Why isn’t Fortnite’s creator delighted after ‘beating’ Apple: Epic Games has filed a notice of appeal in a lawsuit alleging that Apple has been operating an illegal monopoly that has stifled competition. In a court filing on Sunday, the creators of the popular Fortnite computer game announced they will appeal the decision to the Ninth Circuit Court of Appeals in San Francisco.
U.S. District Judge Yvonne Gonzalez Rogers ordered Apple to destroy a lucrative section of the competitive barricade surrounding its tightly managed iPhone app store in a 185-page judgement issued Friday, but she dismissed Epic’s assertions that Apple operated a monopoly.
Epic stated in its notice of appeal that it would challenge the final verdict “as well as any orders leading to or producing that judgement.”
The verdict continues to erode Apple’s so-called “walled garden” created around its crown jewel, the iPhone, and its app store, but does not fully topple it. – Why isn’t Fortnite’s creator delighted after ‘beating’ Apple.
Apple also felt vindicated as a result of the judgement. Apple was not declared a monopolist by the judge, and therefore was not required to allow competing stores to sell apps for iPhones, iPads, and iPods.
Epic, which filed what it anticipated would be a landmark antitrust complaint last year after boldly violating an exclusive payment system that distributes 15 percent to 30 percent of all in-app digital transactions on iPhones to Apple, had two major goals.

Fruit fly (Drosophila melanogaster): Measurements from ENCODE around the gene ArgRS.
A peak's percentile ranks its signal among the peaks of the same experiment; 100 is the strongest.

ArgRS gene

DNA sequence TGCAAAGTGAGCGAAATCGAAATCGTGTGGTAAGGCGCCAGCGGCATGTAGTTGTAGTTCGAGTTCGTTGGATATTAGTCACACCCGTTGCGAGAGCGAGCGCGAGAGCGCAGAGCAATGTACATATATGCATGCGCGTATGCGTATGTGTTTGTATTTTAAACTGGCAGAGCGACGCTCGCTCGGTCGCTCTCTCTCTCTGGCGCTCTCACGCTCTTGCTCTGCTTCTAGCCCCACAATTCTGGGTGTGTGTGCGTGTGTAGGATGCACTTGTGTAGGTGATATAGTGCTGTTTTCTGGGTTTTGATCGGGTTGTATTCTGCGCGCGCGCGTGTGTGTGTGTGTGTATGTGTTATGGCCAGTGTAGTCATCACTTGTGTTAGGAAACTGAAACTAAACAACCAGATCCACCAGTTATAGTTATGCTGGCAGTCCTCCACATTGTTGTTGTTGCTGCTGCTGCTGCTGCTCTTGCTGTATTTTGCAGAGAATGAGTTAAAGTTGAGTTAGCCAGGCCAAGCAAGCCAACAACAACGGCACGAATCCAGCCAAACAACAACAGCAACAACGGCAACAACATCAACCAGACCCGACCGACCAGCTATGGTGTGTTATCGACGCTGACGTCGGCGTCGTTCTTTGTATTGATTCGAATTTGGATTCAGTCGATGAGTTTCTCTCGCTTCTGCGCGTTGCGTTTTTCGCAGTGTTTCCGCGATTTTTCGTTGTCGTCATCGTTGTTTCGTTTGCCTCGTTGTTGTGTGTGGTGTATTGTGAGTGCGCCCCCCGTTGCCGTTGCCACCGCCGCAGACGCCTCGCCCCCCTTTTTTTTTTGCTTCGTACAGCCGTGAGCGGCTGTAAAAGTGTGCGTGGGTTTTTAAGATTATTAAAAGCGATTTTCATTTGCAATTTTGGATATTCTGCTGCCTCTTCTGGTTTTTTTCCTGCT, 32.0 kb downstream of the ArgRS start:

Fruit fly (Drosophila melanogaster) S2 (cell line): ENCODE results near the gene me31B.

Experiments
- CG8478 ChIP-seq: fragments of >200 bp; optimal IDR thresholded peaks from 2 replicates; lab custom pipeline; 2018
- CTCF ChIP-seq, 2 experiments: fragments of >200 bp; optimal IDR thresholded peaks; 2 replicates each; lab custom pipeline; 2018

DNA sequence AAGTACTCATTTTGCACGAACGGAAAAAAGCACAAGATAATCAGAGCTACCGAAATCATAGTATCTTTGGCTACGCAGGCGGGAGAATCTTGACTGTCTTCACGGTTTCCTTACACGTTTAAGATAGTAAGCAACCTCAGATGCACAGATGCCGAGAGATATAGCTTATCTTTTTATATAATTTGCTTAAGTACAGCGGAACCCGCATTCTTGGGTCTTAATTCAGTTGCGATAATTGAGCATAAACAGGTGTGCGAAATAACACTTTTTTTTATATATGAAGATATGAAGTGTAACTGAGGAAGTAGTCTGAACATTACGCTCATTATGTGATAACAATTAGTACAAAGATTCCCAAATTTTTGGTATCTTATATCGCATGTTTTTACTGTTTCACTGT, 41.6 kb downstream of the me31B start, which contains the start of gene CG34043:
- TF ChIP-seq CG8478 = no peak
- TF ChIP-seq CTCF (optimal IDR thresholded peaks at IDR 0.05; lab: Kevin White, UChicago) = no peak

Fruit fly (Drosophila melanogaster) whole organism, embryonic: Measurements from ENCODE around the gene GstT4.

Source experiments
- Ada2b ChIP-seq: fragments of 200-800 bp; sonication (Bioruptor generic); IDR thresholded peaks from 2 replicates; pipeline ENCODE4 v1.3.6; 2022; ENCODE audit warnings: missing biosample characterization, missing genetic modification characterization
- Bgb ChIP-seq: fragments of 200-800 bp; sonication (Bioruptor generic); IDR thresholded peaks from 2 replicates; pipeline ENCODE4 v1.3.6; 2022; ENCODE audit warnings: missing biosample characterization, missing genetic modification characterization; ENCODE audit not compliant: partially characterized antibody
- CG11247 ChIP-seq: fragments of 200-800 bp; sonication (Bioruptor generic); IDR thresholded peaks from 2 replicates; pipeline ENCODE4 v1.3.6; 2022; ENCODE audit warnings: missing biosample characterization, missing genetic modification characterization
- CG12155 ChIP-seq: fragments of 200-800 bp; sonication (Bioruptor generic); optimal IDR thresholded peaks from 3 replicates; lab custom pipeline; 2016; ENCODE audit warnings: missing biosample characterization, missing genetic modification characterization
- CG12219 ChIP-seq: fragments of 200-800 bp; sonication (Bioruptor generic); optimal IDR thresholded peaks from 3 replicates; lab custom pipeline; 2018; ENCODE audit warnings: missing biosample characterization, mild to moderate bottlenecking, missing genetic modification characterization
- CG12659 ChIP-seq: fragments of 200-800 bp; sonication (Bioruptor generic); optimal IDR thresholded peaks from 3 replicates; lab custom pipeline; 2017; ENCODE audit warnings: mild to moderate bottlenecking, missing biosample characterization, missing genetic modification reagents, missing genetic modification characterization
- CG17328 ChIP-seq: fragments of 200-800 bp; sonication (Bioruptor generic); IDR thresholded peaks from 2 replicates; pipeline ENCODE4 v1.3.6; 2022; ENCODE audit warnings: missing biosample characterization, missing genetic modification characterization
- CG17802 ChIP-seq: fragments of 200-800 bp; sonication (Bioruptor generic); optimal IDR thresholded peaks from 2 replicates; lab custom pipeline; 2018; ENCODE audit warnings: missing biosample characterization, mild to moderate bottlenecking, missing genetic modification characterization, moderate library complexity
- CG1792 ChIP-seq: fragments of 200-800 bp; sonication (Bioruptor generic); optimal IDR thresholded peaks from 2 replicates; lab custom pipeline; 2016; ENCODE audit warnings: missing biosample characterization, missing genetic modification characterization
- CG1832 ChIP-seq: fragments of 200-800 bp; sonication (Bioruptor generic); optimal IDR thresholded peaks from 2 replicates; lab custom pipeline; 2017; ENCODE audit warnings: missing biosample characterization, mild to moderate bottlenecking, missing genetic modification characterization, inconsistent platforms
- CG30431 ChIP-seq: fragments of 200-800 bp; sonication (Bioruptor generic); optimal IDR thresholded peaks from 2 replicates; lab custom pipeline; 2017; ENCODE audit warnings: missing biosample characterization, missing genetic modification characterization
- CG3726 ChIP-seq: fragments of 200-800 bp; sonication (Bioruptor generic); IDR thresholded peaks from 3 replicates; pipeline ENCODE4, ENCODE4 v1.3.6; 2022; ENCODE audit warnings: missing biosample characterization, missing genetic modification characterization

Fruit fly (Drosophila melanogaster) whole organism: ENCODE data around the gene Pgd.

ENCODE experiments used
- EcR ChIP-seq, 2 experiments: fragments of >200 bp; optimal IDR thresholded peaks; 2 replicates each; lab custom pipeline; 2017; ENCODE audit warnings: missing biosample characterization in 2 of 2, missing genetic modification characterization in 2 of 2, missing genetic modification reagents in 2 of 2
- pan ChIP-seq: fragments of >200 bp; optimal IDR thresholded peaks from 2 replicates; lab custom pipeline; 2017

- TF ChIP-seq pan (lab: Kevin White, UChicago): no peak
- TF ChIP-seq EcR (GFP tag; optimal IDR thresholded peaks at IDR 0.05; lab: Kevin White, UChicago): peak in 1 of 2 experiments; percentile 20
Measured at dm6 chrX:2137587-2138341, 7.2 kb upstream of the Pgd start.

Subscriptions to Netflix or Spotify, as well as the selling of digital items like songs, movies, or virtual tchotchkes for video games, are examples of such transactions. Epic portrayed the hefty fee as a form of price gouging that wouldn’t be possible if other stores were permitted to sell iPhone apps.
While some of Gonzalez Rogers’ judgement raised issues about whether Apple’s fees were driving up consumer prices, she backed the company’s ability to prevent other stores from selling iPhone software. On every other major issue in the case, she sided with Apple.
However, the judge found Apple to be guilty of unfair competition under California law, and she ordered the corporation to allow developers in the United States to include links to other payment choices besides Apple’s in iPhone apps. This change would make it easier for software developers to avoid paying Apple’s fees, potentially costing billions of dollars each year.
Even as it conceded it may appeal to the aspect of the judgement that will make it easier for app developers to avoid Apple’s commissions, Apple attempted to portray the decision as a total victory.
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